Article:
I have also seen old timers and I am sure people still do it somewhere. This old timer I met on the docks in Alaska was catching herring with a Sabiki Rig and laying them neatly in a 5 gallon bucket. I watched this guy for a while and finally asked him about what he was doing. This was after I saw him carefully sprinkle pickling salt on the layer of herring. He told me that he could keep the herring for the entire fishing season in the 5 gallon bucket with a lid on it. The herring was layered with salt and he almost filled the bucket while I was there.

Spooning For Alaska Silver Salmon

In the first paragraph I mention my neighbor turning onto a great creek in Southeast Alaska loaded with silver salmon. He also told me how to catch the silver salmon as well. With a spoon. He told me all he used was a red/white daredevil spoon. I would use the daredevil spoon that first fall but soon tried a few other spoons like the Krocadile spoon and the Hot Rod Spoon, all of which were blaze orange in color. Spooning is done in the ocean with a mooching technique which is also done with herring. I only mooched a couple times for silver salmon in Alaska, but a lot of people do it successfully. Mooching is where you lower your bait or lure straight down to a depth you feel that the silver salmon are and pump the line with the rod up and down. This presentation represents a dying baitfish and can trigger strikes.

It’s believed that silver salmon don’t feed after entering freshwater, but there is no doubt that they will aggressively strike a spoon in freshwater. Casting into runs where silver salmon stage as they make their way into their spawning grounds will yield many strikes. Silver salmon also love to stage or spawn within log jams and other gnarly cover in Alaskan creeks and rivers. Where they return to spawn each year. Fluttering these spoons into this cover is a very effective tactic for sure.

I was instructed to drop the spoon into these haunts and use a simple lift and drop presentation. This works great and can help limit hang ups and frustration. Silver salmon will hold in this cover in very shallow water. I’ve been surprised after lowering my spoon into an eddy and realizing it was only two feet deep. However, many times when I lifted the spoon there was a silver salmon hooked up and rolling on the surface. Needless to say after a couple times I began to focus more on these shallow holes and it paid off big. I would say as long as the visibility is low enough that you can’t see the bottom it could have a silver salmon lingering below.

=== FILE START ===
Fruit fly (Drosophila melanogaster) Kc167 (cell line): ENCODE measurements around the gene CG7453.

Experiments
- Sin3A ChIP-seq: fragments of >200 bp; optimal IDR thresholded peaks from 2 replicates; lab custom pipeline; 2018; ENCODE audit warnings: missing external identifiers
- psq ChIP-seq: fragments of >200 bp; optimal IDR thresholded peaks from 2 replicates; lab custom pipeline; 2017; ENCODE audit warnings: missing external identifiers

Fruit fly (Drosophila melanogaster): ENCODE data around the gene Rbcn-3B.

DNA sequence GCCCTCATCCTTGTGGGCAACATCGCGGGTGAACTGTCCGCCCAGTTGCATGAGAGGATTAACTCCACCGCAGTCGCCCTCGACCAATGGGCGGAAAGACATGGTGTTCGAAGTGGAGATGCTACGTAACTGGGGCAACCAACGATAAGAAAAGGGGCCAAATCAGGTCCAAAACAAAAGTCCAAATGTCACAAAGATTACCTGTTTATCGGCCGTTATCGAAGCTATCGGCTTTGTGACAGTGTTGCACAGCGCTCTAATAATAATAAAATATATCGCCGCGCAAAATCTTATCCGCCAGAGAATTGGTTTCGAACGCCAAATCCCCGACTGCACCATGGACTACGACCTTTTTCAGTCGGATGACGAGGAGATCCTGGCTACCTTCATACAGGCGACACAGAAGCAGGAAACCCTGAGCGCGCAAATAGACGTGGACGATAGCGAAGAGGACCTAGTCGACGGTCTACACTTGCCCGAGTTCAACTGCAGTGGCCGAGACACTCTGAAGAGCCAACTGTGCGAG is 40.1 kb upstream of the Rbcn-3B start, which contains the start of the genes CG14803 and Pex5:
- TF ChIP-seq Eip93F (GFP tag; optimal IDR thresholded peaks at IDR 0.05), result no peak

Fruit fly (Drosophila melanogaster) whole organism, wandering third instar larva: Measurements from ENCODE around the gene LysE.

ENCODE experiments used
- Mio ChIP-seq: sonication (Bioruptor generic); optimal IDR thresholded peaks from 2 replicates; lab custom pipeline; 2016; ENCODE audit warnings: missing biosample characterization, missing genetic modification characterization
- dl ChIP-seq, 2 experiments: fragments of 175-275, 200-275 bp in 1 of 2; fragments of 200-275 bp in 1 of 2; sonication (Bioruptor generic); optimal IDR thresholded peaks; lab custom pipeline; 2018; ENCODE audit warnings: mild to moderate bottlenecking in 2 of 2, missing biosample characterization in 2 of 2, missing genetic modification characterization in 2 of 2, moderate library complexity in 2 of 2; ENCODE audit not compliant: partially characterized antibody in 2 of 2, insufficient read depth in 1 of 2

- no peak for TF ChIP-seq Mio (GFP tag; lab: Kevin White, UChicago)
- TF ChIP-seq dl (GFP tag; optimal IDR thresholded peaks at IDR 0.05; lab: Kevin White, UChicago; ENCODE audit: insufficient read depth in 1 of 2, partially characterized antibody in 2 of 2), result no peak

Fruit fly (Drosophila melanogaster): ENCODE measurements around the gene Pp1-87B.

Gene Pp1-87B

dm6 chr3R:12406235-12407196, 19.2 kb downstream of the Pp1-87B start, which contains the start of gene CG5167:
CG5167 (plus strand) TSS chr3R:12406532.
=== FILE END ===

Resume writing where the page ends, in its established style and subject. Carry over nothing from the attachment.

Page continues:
Fly Fishing For Silver Salmon In Alaska

Fly fishing for silver salmon in Alaska quickly became my favorite way to chase them. Shortly after arriving in Alaska I became a die hard fly fisherman. It was at this time that other than trolling in the ocean, everything I fished for was with a fly rod. Silver salmon on the fly will always be dear to my heart and might even force me back to Alaska one day to live. The feel of the strike and the challenge of the fight is nothing less than spectacular. Couple this with the cool crisp fall days in Southeast Alaska, the ripples of low water and the snow that sprinkles the higher elevations around you and you have an angler’s dream.

Silver salmon in Alaska fight hard and grow big. The smallest fly rod I would dare go would be a 6 weight. A 7 or 8 weight might be advisable if you know the silver salmon in the waters you fish could be some of the giants that Alaska offers. These waters would include the Kenai river and others especially during the second run of silver salmon which tend to be larger in size.

Fly reels are often thought to only need to hold the fly line. With the Alaska silver salmon it is advised to have a little more of a fly reel. A fly reel with a good smooth drag is paramount when fly fishing for Alaska silver salmon. Some might argue that the runs can match those of a green steelhead and a smooth drag is very important. When fly fishing log choked creeks a drag might not be as vital. Since Alaska silver salmon are not leader shy you are able to use a heavy leader to fight the fish. You might argue you could do this anywhere but it has been my observation that in open streams and estuaries a fly reel with a smooth drag makes the fight much more exciting and with the rapid change in direction you can catch up to the fish easier than stripping line.

Silver Salmon Flies For Alaska